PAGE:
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(5,967 posts)
1. Interesting but I have no idea.
Tue Jul 28, 2020, 09:39 PM
Jul 2020

Nixon was president and the Vietnam war was raging.

From google--
The Nixon shock was a series of economic measures undertaken by United States President Richard Nixon in 1971, in response to increasing inflation, the most significant of which were wage and price freezes, surcharges on imports, and the unilateral cancellation of the direct international convertibility of the United States dollar to gold.

Response to LymphocyteLover (Reply #1)


(33,188 posts)
3. Minimum wage was $1.60/hr
Tue Jul 28, 2020, 09:57 PM
Jul 2020

UAW contract was up in 70, strike against GM was 2 + months

Source-- https://www.npr.org/templates/story/story.php?storyId=14720112 snip--The last time the United Auto Workers called a nationwide strike against General Motors was in 1970. That strike lasted 67 days, triggering layoffs at parts suppliers and steel companies and dominating headlines.

USPS had a wildcat strike in 1970, less then 2 weeks

West Coast Canada & US LongshoreWorkers strike in 1971, over 4 months


(38,586 posts)
12. The first time I made more than $100 in a day was moving furniture.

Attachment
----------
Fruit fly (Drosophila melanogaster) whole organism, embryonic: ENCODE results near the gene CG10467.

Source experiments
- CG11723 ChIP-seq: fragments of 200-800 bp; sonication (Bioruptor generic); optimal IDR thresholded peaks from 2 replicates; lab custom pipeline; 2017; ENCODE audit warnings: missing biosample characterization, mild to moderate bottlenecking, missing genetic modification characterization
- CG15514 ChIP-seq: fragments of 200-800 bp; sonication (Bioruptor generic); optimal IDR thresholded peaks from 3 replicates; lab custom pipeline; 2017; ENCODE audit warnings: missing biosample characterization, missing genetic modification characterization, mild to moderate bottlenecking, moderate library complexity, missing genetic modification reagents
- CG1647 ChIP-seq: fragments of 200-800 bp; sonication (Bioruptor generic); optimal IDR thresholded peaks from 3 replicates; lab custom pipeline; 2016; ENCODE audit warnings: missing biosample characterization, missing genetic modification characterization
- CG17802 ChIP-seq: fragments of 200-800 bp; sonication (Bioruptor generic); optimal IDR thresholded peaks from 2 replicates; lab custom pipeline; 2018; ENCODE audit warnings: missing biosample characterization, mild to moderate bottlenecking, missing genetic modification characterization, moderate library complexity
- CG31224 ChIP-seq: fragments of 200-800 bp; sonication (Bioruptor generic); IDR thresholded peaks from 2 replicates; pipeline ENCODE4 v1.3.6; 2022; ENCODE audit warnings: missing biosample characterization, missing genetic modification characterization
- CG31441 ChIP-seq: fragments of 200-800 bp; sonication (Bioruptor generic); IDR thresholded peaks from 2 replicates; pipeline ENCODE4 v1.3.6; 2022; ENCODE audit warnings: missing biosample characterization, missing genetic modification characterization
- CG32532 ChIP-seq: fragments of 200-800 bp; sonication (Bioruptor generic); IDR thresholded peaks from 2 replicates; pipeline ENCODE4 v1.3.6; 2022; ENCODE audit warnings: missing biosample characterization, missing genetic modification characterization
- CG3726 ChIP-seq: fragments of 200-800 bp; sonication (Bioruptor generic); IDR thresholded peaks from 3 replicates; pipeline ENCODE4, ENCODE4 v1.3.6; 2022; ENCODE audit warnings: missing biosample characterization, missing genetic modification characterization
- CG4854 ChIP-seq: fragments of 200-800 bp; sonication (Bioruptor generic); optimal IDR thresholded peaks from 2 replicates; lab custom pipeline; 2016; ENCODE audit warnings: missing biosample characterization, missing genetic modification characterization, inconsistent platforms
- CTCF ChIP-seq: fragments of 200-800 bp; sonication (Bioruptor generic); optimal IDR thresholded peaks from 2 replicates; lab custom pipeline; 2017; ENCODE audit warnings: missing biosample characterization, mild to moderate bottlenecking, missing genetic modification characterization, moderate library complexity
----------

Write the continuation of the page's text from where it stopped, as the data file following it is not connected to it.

Tue Jul 28, 2020, 11:04 PM
Jul 2020

I worked my ass off into triple overtime, but still, $100.

That was four decades ago.

Gasoline was cheap. Rents were low. I graduated from college without loans.

That's not the world my children grew up in and they are not nearly so lazy or as crazy as I am.

Snake Plissken

(4,103 posts)
4. The Nixon shock, a series of economic measures undertaken by Nixon in 1971, in response to inflatin
Tue Jul 28, 2020, 09:57 PM
Jul 2020

The Nixon shock was a series of economic measures undertaken by United States President Richard Nixon in 1971, in response to increasing inflation, the most significant of which were wage and price freezes, surcharges on imports, and the unilateral cancellation of the direct international convertibility of the United States dollar to gold.

While Nixon's actions did not formally abolish the existing Bretton Woods system of international financial exchange, the suspension of one of its key components effectively rendered the Bretton Woods system inoperative. While Nixon publicly stated his intention to resume direct convertibility of the dollar after reforms to the Bretton Woods system had been implemented, all attempts at reform proved unsuccessful. By 1973, the Bretton Woods system was replaced de facto by the current regime based on freely floating fiat currencies.

Response to Snake Plissken (Reply #4)

Response to hunter (Reply #7)


(37,194 posts)
11. The Powell Memo (first published August 23, 1971)
Tue Jul 28, 2020, 10:42 PM